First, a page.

We are miles and miles apart,
But never forget we are always connected in our heart.

4. The Moon and the Sun

       by Barry Andrew Pietrantonio

The Sun shines,
the fog blinds,
together they make,
a rainbow in the sky.

The Moon stares,
into a lake,
and wonders why,
he’s a big mistake.

Why can’t he be the Sun,
and light up the day.
Why can’t he be the one,
to make the bad go away.

Why can’t he be the light,
that brightens everyones day.
Instead he sits in the night,
wishing the Sun would go away.

The Moon glows,
the stars show,
a pattern of love,
that lights the Earth below.

To himself,
the Sun confides,
that he wishes,
he controlled the tides.

Why can’t he be the Moon,
and turn darkness into light.
Why can’t he be the one,
to light up the great night.

Why can’t he have the grace,
of being with the stars.
Instead he sits up in space,
wishing he could take his place.

But what they both don’t know is,
they need each other.
What they both don’t know is,
that they are brothers.

We live in jealousy,
envying each other.
Please, just be thankful,
and happy for others.

The Sun needs the Moon,
to keep the night lit bright.
The Moon needs the Sun,
to produce his shining light.

The Sun needs the Moon,
and the Moon needs the Sun.
If they work together,
they can be one.

If they work together,
they can be one.
if they work together,
they will be one.

If we work together,
we could be one.
If we work together,
we will be one.

5. Sun and Moon

       by Charlotte Druitt Cole

The moon shines clear as silver,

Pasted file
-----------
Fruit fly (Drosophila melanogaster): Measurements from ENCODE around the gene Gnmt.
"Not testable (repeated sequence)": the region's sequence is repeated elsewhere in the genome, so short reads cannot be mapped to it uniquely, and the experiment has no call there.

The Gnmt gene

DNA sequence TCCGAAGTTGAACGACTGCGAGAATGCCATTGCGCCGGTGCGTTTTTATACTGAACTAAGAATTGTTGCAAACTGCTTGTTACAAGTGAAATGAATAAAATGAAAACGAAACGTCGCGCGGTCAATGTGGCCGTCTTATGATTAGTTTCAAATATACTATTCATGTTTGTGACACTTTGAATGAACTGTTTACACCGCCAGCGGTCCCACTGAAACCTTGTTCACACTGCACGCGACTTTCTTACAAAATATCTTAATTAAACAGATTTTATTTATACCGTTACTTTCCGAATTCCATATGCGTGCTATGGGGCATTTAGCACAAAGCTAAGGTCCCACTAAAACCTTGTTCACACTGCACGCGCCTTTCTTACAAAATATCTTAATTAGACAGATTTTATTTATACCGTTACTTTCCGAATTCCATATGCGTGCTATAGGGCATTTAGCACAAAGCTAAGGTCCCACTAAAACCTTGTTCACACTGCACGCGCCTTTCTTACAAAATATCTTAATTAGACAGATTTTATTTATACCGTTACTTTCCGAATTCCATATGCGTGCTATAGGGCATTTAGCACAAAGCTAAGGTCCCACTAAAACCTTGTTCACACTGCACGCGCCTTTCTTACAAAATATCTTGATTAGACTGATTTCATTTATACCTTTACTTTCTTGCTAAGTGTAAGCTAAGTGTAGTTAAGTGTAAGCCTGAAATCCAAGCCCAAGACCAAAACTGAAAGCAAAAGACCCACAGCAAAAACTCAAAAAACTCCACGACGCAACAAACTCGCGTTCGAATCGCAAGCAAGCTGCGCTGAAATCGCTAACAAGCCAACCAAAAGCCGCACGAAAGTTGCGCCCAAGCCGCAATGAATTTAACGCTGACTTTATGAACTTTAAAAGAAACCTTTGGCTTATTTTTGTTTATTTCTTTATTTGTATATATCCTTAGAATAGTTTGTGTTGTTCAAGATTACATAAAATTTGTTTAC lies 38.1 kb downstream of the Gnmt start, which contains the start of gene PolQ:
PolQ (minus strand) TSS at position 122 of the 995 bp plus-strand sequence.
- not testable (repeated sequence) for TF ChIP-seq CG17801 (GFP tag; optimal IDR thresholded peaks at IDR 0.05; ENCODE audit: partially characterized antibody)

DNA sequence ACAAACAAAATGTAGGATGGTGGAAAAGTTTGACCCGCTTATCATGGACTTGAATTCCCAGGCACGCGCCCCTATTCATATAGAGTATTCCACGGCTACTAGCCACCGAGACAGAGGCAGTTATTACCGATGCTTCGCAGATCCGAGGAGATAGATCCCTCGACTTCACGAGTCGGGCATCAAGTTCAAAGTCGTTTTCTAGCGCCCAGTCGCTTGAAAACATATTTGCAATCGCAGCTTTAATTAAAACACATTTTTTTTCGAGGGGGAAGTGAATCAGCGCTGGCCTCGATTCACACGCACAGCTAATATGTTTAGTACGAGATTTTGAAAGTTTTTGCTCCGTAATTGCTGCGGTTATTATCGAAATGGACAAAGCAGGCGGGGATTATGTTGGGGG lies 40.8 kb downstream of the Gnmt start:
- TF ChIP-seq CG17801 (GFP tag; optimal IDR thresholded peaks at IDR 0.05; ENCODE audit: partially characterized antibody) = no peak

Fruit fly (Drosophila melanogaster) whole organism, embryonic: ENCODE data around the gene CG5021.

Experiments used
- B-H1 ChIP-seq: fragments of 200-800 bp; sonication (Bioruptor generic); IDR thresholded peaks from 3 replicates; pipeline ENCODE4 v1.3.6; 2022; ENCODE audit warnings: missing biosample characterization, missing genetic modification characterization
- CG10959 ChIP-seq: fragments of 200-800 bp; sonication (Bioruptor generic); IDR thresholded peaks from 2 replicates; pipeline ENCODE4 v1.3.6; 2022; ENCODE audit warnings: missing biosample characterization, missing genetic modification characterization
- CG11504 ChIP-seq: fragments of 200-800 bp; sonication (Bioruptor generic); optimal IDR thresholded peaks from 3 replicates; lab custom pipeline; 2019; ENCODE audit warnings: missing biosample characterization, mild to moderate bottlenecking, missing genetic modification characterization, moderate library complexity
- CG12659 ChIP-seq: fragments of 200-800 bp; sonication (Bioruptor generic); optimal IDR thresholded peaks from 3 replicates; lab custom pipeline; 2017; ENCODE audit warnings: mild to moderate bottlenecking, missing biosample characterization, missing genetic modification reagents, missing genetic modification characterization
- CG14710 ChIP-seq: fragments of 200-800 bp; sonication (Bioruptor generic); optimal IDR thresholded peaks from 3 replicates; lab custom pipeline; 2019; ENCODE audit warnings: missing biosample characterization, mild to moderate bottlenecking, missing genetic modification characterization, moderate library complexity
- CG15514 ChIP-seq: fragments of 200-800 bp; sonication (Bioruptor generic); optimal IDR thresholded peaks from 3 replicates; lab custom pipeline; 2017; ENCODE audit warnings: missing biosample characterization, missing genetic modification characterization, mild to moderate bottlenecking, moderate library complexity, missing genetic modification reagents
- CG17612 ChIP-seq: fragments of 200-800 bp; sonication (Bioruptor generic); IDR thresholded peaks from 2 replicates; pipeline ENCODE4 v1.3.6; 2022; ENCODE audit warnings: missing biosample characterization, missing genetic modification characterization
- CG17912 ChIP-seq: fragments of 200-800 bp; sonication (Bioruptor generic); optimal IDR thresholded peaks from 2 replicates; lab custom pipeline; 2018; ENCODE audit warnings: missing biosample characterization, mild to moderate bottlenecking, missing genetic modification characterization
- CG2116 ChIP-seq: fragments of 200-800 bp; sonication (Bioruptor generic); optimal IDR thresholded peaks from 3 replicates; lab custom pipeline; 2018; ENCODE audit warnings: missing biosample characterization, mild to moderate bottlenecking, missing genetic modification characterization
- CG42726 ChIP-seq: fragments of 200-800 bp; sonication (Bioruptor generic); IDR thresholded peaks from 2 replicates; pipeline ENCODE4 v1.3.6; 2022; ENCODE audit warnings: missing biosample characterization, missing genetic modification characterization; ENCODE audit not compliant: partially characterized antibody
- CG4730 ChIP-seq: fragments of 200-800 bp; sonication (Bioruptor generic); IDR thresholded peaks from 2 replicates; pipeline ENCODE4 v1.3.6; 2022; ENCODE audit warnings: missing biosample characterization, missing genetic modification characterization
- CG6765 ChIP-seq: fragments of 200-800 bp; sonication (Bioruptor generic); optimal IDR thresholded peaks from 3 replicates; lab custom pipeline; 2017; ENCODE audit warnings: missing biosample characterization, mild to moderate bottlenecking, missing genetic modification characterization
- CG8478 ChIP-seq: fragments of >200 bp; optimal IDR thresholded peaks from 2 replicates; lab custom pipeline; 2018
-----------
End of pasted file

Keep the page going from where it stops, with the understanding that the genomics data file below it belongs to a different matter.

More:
The sun shines bright like gold,
And both are very lovely,
And very, very old.

God hung them up as lanterns,
For all beneath the sky;
And nobody can blow them out,
For they are up too high.

6. The New Moon

       by William Cullen Bryant

When, as the gairish day is done,
Heaven burns with the descended sun,
‘Tis passing sweet to mark,
Amid that flush of crimson light,
The new moon’s modest bow grow bright,
As earth and sky grow dark.
Few are the hearts too cold to feel
A thrill of gladness o’er them steal,
When first the wandering eye
Sees faintly, in the evening blaze,
That glimmering curve of tender rays
Just planted in the sky.
The sight of that young crescent brings
Thoughts of all fair and youthful things—
The hopes of early years;
And childhood’s purity and grace,
And joys that like a rainbow chase
The passing shower of tears.
The captive yields him to the dream
Of freedom, when that virgin beam
Comes out upon the air;
And painfully the sick man tries
To fix his dim and burning eyes
On the soft promise there.
Most welcome to the lover’s sight,
Glitters that pure, emerging light;
For prattling poets say,
That sweetest is the lovers’ walk,
And tenderest is their murmured talk,
Beneath its gentle ray.
And there do graver men behold